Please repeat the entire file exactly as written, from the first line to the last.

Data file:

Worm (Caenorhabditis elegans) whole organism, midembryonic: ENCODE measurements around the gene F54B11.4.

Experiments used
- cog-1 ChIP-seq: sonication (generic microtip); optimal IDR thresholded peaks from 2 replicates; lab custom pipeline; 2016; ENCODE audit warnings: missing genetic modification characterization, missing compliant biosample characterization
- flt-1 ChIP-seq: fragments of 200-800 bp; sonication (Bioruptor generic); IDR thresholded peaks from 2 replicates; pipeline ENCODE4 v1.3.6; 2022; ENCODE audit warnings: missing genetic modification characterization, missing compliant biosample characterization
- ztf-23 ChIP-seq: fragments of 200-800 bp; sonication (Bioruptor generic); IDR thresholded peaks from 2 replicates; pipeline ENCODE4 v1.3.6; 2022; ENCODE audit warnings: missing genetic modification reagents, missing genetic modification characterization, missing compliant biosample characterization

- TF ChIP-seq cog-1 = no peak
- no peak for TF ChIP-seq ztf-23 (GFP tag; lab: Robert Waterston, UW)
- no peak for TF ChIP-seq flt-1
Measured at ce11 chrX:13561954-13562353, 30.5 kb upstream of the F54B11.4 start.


Worm (Caenorhabditis elegans) whole organism, midembryonic: ENCODE measurements around the gene F54B11.4.

Experiments used
- cog-1 ChIP-seq: sonication (generic microtip); optimal IDR thresholded peaks from 2 replicates; lab custom pipeline; 2016; ENCODE audit warnings: missing genetic modification characterization, missing compliant biosample characterization
- flt-1 ChIP-seq: fragments of 200-800 bp; sonication (Bioruptor generic); IDR thresholded peaks from 2 replicates; pipeline ENCODE4 v1.3.6; 2022; ENCODE audit warnings: missing genetic modification characterization, missing compliant biosample characterization
- ztf-23 ChIP-seq: fragments of 200-800 bp; sonication (Bioruptor generic); IDR thresholded peaks from 2 replicates; pipeline ENCODE4 v1.3.6; 2022; ENCODE audit warnings: missing genetic modification reagents, missing genetic modification characterization, missing compliant biosample characterization

- TF ChIP-seq cog-1 = no peak
- no peak for TF ChIP-seq ztf-23 (GFP tag; lab: Robert Waterston, UW)
- no peak for TF ChIP-seq flt-1
Measured at ce11 chrX:13561954-13562353, 30.5 kb upstream of the F54B11.4 start.